Myrtle Beach leaders vow that I-73 remains a top priority

Myrtle Beach leaders vow that I-73 remains a top priority

MYRTLE BEACH, S.C. (WMBF) - Local leaders gathered for a forum at the Asher Theatre Wednesday afternoon to discuss economic development and infrastructure in Horry County.

The Myrtle Beach Area Chamber of Commerce used the forum to assure the community that I-73 is still very much a top priority.

“We’re continuing to work hard. And it really is going to be a local, state, federal approach in terms of securing the funding needed for the interstate," said Jimmy Gray, director of Government Affairs for MBACC.

This comes amid a legal battle between the county and local governments over hospitality fees, which the county says has left them without a funding source for the project. With money for the interstate still up in the air, the chamber says its focusing efforts on securing funds at the state and local level.

“This is going to be an expensive project, there’s no denying that. And we will need to rely on some support from the state and federal government," said Gray.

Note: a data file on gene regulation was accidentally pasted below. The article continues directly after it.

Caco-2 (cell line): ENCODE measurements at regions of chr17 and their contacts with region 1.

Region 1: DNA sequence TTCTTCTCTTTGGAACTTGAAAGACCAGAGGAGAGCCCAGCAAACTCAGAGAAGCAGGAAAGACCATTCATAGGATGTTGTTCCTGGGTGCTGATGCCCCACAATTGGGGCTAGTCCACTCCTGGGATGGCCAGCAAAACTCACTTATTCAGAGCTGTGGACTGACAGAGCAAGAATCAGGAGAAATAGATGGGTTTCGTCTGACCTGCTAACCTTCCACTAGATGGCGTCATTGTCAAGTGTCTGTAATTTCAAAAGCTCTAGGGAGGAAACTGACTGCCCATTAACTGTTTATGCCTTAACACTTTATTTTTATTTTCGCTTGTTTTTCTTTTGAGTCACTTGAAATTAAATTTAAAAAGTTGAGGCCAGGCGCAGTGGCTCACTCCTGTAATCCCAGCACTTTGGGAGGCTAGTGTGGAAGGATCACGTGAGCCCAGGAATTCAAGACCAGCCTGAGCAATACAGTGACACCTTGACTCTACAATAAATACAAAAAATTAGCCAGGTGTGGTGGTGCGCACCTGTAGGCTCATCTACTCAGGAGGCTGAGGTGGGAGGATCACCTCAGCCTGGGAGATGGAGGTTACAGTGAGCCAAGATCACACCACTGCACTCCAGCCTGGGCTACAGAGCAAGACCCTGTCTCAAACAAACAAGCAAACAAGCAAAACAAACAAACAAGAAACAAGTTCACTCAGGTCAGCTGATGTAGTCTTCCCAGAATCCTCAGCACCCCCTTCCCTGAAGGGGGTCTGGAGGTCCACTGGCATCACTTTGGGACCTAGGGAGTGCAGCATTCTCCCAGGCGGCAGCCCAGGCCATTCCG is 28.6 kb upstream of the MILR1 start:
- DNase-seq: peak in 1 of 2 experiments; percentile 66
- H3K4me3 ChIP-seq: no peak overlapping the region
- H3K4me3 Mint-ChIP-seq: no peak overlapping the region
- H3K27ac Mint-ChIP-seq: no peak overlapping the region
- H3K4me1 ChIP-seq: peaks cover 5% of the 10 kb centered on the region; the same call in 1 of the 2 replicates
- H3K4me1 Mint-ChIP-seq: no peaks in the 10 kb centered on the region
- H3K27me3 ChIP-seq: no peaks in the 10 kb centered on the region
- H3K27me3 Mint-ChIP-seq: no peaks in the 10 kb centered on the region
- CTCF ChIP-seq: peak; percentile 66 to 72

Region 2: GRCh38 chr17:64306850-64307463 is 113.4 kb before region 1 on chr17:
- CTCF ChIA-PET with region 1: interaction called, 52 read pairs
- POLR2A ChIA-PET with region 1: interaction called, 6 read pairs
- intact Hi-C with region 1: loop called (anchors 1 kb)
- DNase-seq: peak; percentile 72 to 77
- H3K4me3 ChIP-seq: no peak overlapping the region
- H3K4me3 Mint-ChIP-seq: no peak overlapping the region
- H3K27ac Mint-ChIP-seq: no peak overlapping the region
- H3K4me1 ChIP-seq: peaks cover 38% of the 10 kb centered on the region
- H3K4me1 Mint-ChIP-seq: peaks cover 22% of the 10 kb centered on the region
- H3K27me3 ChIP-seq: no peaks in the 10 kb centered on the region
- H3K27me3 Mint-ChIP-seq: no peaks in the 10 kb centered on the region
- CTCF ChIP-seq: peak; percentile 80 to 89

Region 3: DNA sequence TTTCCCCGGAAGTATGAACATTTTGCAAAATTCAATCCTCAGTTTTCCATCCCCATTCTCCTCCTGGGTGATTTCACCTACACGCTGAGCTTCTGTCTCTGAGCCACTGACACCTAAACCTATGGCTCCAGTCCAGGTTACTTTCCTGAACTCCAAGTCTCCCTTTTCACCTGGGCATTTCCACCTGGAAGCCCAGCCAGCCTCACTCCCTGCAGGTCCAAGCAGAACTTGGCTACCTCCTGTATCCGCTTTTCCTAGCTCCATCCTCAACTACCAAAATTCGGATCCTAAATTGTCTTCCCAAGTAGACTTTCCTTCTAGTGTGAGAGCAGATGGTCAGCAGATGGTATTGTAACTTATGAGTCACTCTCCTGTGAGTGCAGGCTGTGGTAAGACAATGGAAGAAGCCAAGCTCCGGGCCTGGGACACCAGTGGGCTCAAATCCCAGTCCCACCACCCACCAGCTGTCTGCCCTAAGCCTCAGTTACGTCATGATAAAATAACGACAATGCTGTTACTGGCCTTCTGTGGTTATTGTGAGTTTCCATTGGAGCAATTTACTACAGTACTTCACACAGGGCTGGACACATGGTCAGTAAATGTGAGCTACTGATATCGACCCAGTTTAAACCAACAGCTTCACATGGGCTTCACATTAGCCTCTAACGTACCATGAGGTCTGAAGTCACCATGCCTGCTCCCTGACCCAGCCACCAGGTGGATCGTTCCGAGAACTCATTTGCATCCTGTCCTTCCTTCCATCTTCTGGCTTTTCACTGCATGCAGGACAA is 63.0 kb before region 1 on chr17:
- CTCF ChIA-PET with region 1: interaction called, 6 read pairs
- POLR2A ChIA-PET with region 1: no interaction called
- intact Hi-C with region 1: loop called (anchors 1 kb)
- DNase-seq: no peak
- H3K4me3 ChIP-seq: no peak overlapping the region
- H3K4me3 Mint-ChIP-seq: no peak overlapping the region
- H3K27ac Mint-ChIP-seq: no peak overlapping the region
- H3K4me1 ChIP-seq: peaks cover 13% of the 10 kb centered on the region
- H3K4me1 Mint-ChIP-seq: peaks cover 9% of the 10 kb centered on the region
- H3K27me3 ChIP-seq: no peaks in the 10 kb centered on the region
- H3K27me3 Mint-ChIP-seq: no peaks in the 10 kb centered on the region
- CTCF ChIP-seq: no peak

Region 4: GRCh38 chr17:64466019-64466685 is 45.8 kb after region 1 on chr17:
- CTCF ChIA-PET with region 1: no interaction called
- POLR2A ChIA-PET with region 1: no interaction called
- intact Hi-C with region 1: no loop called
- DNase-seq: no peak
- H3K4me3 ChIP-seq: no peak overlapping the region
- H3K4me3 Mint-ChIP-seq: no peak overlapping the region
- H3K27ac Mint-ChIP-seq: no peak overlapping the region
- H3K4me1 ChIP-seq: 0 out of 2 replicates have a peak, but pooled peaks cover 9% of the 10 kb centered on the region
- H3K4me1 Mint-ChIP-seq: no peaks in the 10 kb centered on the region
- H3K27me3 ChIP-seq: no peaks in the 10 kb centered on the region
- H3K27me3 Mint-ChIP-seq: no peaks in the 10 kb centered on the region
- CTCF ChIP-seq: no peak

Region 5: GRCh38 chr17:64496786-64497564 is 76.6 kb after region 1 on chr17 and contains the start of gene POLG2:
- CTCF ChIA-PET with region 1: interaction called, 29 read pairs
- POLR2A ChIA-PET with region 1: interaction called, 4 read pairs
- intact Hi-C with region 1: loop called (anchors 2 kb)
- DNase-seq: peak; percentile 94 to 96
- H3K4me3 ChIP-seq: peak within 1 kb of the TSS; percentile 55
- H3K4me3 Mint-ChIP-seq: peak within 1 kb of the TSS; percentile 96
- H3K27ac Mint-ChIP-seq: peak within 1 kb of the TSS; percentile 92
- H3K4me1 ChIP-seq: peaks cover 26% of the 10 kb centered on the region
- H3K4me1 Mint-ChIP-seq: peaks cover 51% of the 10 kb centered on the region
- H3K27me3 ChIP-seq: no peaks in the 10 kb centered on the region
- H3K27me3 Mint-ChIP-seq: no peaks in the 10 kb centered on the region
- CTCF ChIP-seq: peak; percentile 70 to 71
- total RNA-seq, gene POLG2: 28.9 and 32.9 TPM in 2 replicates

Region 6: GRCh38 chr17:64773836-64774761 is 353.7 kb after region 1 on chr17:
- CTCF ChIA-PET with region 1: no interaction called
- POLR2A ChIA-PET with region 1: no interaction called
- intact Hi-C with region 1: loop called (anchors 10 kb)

Despite ongoing disputes between cities, towns and the county, a recent survey put out by the MBACC shows more than 74% of people who live in Horry County said their opinion of I-73 is either favorable or very favorable.

Justin Powell, deputy secretary for Finance and Administration for the South Carolina Department of Transportation, said the department is moving forward on right-of-way acquisition in the proposed corridor for I-73.

Existing infrastructure was also a topic of discussion.

The fast-growing Myrtle Beach International Airport saw an upward trend in arriving passengers from 742,000 in 2012 to more than 1.25 million passengers last year.

“In 2018 the airport was one of the fastest-growing airports in the United States. And during our shoulder seasons we were in the top 5 fastest growing," said Kirk Lovell, director of Air Services and Business Development for MYR.

Lovell said the airport has seen recent success with its newest nonstop service to Houston, which brought in an average of 685 first-time visitors to the Myrtle Beach area from May to August.

“There’s still a whole part of the United States that we’ve not even tapped into but we see as huge opportunities in the next several years. so as long as the airline industry stays strong and healthy, there’s no reason we can’t keep growing the airport," said Lovell.

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